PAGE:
‘Yellow Vests’ open a new front in the battle: Popular referendums

Many of the "Yellow Vests" who hit the streets again on Saturday wielded signs with the acronym RIC – for "Citizens' Initiative Referendum" – as demonstrators demanded popular votes be held to allow citizens to vet government policy proposals.

Pascal Guyot, AFP | Yellow Vests protesting on December 15, 2018, express support for the introduction of popular referendums, or RICs.

In a list of demands released in late November, the Yellow Vests ask that any policy proposal garnering 700,000 signatures trigger a national referendum to be held within a year. The RIC is one item on a list of 42 measures being demanded by the Yellow Vests.

A 2008 constitutional amendment provided for holding a referendum if a measure had the support of one-fifth of the members of Parliament and the backing of one-tenth of registered voters. But the citizens' initiative has never been used, despite the launch of a website dedicated to listing the public proposals currently under debate.

Several of the 2017 presidential candidates were vocal supporters of popular referendums, notably far-left firebrand Jean-Luc Mélenchon and far-right leader Marine Le Pen. Socialist Party candidate Benoît Hamon also proposed a measure that would have called on Parliament to debate any proposal that received support from at least 1 percent of the electorate.

An RIC system already exists in some countries, notably Switzerland, where voters are regularly called upon to vote on policies. Italy’s constitution calls for a vote to be held if a proposal gets 500,000 signatures or is backed by at least five regional councils.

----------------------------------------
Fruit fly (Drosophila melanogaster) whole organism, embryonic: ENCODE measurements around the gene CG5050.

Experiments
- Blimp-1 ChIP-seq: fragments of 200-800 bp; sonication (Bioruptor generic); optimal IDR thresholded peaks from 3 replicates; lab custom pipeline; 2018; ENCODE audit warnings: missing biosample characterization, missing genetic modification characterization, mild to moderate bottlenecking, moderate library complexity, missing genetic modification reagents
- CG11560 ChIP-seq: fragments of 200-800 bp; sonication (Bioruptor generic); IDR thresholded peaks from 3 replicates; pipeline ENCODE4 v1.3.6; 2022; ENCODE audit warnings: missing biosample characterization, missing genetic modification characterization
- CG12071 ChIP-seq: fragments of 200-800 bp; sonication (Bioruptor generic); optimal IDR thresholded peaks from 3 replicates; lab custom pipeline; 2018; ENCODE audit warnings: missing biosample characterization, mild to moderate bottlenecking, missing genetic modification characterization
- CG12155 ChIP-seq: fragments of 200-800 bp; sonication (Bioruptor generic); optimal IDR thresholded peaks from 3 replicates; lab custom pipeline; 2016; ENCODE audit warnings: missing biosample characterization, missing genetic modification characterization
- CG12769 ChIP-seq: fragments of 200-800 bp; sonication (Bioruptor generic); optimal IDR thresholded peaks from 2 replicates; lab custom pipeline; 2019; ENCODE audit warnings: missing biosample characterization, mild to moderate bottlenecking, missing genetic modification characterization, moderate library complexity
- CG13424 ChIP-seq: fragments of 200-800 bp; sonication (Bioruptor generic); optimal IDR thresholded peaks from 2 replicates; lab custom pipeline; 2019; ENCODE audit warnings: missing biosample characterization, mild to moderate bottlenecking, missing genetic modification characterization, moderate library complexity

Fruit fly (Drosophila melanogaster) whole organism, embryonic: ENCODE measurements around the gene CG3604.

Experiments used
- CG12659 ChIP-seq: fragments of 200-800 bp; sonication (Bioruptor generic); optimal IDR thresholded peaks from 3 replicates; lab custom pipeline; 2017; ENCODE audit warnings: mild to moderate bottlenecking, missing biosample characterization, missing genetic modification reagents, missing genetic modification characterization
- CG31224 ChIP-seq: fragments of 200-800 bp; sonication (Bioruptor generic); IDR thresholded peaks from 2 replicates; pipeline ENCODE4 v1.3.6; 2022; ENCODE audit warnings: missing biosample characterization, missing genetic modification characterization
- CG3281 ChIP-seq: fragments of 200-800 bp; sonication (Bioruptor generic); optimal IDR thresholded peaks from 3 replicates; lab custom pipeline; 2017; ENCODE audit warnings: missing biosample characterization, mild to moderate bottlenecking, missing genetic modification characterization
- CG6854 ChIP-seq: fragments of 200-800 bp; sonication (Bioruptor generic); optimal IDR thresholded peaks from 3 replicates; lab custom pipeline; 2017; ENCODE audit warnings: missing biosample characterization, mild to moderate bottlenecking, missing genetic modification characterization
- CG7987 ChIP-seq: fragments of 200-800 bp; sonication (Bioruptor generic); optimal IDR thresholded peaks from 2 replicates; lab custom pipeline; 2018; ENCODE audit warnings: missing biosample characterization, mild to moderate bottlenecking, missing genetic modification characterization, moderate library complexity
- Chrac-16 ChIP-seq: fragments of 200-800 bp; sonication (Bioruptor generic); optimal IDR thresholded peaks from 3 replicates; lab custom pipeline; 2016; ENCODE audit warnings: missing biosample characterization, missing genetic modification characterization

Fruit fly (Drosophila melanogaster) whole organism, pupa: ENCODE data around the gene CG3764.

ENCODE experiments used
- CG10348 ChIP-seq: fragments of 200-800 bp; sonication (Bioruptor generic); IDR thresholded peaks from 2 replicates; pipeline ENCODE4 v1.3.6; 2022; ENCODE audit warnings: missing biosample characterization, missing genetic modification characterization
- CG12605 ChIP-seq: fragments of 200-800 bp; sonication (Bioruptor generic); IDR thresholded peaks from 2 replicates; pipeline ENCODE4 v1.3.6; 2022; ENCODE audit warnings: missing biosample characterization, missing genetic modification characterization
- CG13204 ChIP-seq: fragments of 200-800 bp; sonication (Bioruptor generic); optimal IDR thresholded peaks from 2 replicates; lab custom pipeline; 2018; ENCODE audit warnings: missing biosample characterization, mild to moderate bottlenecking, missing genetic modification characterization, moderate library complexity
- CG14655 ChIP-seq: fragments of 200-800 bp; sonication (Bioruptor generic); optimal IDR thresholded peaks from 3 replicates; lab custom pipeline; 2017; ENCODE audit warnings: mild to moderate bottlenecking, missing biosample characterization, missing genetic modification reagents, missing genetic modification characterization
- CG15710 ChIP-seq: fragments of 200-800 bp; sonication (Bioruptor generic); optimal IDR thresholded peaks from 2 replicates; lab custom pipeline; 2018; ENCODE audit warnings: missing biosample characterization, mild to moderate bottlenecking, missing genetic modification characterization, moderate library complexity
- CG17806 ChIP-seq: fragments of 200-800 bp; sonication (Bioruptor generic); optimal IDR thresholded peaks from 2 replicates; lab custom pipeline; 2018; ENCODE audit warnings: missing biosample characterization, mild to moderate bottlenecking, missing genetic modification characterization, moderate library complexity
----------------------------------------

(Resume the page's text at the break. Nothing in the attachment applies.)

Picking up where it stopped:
Those Yellow Vests who support holding public referendums nevertheless differ on the mechanics, with some arguing the public votes should merely inform government policy (with no obligation on the part of the government to implement them) and others insisting the will of the people should automatically become policy.

There have also been suggestions for setting up a platform to allow citizens to submit their own policy proposals; those that garner a certain number of signatures online would then proceed to a vote.

And so far the government seems at least somewhat amenable to the idea.

In an interview with Les Echos newspaper published online Sunday evening, Prime Minister Édouard Philippe said the government had "made mistakes", among them that it had "not listened enough to the French people".

He said there were plans to debate holding referendums on government policy, adding that they could be a "good tool for a democracy".

The French government is likely hoping that the recent decline in Yellow Vest protesters indicates that the most direct challenge so far to Emmanuel Macron's presidency may finally be losing steam. The interior ministry estimated some 66,000 people demonstrated across France for a fifth straight Saturday on December 15, down from 125,000 the week before.

Macron's approval rating has dipped to 23 percent over the last month, according to a poll published Sunday in the Journal du Dimanche weekly. In an effort to defuse the crisis Macron has already announced a series of measures, including a €100 monthly increase in the minimum wage and reducing some taxes on low-income pensioners. On December 5 the government abandoned plans for the tax hike on fuel that first ignited the protests .

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